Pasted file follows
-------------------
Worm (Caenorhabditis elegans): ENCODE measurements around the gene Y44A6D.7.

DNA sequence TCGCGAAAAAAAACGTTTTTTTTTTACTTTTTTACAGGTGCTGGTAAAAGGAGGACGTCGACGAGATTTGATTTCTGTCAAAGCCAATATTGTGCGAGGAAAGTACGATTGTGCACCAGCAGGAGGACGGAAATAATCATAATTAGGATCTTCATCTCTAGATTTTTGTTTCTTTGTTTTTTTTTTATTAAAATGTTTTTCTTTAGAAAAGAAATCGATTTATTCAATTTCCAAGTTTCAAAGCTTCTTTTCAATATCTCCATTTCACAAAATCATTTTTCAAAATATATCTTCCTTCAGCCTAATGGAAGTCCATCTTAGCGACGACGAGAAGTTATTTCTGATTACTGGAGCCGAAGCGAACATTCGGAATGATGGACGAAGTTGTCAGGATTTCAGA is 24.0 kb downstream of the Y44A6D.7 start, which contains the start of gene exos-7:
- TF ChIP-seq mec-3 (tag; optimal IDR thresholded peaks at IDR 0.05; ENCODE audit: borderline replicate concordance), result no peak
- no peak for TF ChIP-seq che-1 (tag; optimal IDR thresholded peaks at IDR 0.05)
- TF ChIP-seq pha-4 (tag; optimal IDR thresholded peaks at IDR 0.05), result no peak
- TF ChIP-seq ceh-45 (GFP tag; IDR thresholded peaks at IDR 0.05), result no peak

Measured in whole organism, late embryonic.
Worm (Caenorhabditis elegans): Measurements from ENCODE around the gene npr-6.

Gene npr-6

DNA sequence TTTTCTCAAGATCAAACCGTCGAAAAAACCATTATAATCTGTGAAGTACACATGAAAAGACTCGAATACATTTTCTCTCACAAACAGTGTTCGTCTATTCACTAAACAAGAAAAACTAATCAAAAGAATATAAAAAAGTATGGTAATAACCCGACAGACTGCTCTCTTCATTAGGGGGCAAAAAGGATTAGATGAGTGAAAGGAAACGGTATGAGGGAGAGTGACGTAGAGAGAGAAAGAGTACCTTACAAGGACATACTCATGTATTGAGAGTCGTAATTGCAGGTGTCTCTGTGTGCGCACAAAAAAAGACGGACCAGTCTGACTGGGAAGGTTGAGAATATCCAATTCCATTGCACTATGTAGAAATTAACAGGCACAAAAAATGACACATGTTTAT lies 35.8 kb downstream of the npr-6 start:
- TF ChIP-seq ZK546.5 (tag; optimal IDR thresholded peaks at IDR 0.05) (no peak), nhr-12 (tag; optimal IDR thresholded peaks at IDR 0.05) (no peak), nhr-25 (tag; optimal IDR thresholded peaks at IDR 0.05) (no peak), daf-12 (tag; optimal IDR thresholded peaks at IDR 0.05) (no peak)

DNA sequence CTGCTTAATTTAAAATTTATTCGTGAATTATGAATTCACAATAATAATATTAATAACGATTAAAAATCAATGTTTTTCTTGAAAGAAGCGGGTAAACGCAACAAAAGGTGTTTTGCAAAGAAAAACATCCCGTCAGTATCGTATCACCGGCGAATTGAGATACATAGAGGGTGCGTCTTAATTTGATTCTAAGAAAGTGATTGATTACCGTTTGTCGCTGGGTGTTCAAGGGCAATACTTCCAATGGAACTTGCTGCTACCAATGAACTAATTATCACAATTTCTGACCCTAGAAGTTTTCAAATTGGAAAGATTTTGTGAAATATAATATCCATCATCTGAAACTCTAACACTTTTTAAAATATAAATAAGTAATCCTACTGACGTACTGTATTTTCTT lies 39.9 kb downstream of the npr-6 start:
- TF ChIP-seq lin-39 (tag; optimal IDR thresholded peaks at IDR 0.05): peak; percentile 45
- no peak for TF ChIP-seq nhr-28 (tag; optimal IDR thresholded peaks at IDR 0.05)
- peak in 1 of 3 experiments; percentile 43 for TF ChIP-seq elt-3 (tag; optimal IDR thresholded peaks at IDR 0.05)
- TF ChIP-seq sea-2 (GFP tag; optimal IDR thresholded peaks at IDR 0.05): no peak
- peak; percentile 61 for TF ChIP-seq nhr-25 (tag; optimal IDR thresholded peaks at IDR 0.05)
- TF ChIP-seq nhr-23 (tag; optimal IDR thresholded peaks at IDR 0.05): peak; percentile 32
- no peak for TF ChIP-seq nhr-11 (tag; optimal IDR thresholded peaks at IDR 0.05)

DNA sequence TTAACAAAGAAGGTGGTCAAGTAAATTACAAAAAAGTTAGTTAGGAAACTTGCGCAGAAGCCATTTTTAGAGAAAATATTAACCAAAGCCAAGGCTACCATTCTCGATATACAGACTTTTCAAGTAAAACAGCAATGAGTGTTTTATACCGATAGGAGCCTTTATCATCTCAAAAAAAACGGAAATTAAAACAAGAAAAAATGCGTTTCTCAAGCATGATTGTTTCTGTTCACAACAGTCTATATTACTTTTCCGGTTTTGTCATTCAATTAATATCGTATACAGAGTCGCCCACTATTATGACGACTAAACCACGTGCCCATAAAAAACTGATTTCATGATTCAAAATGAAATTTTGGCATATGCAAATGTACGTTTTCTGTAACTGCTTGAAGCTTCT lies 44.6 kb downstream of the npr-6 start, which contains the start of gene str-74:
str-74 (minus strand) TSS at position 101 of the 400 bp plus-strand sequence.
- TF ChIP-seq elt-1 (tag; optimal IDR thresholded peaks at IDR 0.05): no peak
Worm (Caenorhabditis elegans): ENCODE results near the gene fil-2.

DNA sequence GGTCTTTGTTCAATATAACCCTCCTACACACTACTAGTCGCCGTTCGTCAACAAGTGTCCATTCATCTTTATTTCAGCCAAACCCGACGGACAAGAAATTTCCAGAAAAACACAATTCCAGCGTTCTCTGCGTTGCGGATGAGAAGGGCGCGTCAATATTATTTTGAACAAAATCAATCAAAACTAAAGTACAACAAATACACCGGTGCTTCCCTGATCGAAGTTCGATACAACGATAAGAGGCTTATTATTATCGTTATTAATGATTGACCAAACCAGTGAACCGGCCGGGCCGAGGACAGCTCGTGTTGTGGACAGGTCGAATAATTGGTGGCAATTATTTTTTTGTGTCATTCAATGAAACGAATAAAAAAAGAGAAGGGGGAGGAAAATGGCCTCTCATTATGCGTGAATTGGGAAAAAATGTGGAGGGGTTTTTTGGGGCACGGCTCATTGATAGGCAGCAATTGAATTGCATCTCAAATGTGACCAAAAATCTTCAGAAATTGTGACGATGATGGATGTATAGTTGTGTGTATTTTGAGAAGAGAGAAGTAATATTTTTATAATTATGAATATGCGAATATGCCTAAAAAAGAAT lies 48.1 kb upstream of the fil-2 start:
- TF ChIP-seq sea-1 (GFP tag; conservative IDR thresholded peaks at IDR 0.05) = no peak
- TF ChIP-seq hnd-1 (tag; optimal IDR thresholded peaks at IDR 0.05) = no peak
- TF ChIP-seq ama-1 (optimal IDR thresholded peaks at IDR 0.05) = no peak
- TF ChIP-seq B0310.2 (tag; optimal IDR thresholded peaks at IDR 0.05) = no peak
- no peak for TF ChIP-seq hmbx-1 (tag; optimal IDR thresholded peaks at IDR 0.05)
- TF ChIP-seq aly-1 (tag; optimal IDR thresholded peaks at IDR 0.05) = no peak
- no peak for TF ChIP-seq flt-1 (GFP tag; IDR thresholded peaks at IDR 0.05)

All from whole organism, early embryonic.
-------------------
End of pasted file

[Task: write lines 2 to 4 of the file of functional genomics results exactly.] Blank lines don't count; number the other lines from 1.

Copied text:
DNA sequence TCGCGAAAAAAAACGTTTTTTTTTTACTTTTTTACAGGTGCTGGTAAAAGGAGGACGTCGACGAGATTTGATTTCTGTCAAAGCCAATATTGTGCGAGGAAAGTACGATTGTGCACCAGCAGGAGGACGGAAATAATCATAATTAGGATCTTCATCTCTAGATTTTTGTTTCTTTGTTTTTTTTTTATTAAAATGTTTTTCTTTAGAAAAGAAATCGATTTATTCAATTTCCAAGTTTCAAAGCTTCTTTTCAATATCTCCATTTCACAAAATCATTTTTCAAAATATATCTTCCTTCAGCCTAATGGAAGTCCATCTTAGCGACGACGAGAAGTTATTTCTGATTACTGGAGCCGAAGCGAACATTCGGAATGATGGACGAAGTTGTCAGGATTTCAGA is 24.0 kb downstream of the Y44A6D.7 start, which contains the start of gene exos-7:
- TF ChIP-seq mec-3 (tag; optimal IDR thresholded peaks at IDR 0.05; ENCODE audit: borderline replicate concordance), result no peak
- no peak for TF ChIP-seq che-1 (tag; optimal IDR thresholded peaks at IDR 0.05)